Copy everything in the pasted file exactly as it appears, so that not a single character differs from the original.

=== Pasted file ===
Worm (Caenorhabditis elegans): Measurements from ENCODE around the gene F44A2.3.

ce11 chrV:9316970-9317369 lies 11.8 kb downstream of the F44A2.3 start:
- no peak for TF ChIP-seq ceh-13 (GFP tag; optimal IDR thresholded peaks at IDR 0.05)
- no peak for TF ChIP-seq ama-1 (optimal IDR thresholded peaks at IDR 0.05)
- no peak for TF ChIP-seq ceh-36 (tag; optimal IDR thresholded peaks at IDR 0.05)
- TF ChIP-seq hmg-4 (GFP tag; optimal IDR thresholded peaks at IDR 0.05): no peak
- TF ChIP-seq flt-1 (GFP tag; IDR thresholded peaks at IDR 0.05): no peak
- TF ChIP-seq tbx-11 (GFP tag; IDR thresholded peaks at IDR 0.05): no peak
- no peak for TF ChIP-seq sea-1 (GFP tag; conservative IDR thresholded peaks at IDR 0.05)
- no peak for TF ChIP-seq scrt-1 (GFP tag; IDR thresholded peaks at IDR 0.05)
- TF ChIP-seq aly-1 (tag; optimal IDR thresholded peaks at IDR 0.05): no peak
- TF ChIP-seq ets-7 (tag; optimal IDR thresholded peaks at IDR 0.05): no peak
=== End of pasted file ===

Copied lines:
Worm (Caenorhabditis elegans): Measurements from ENCODE around the gene F44A2.3.

ce11 chrV:9316970-9317369 lies 11.8 kb downstream of the F44A2.3 start:
- no peak for TF ChIP-seq ceh-13 (GFP tag; optimal IDR thresholded peaks at IDR 0.05)
- no peak for TF ChIP-seq ama-1 (optimal IDR thresholded peaks at IDR 0.05)
- no peak for TF ChIP-seq ceh-36 (tag; optimal IDR thresholded peaks at IDR 0.05)
- TF ChIP-seq hmg-4 (GFP tag; optimal IDR thresholded peaks at IDR 0.05): no peak
- TF ChIP-seq flt-1 (GFP tag; IDR thresholded peaks at IDR 0.05): no peak
- TF ChIP-seq tbx-11 (GFP tag; IDR thresholded peaks at IDR 0.05): no peak
- no peak for TF ChIP-seq sea-1 (GFP tag; conservative IDR thresholded peaks at IDR 0.05)
- no peak for TF ChIP-seq scrt-1 (GFP tag; IDR thresholded peaks at IDR 0.05)
- TF ChIP-seq aly-1 (tag; optimal IDR thresholded peaks at IDR 0.05): no peak
- TF ChIP-seq ets-7 (tag; optimal IDR thresholded peaks at IDR 0.05): no peak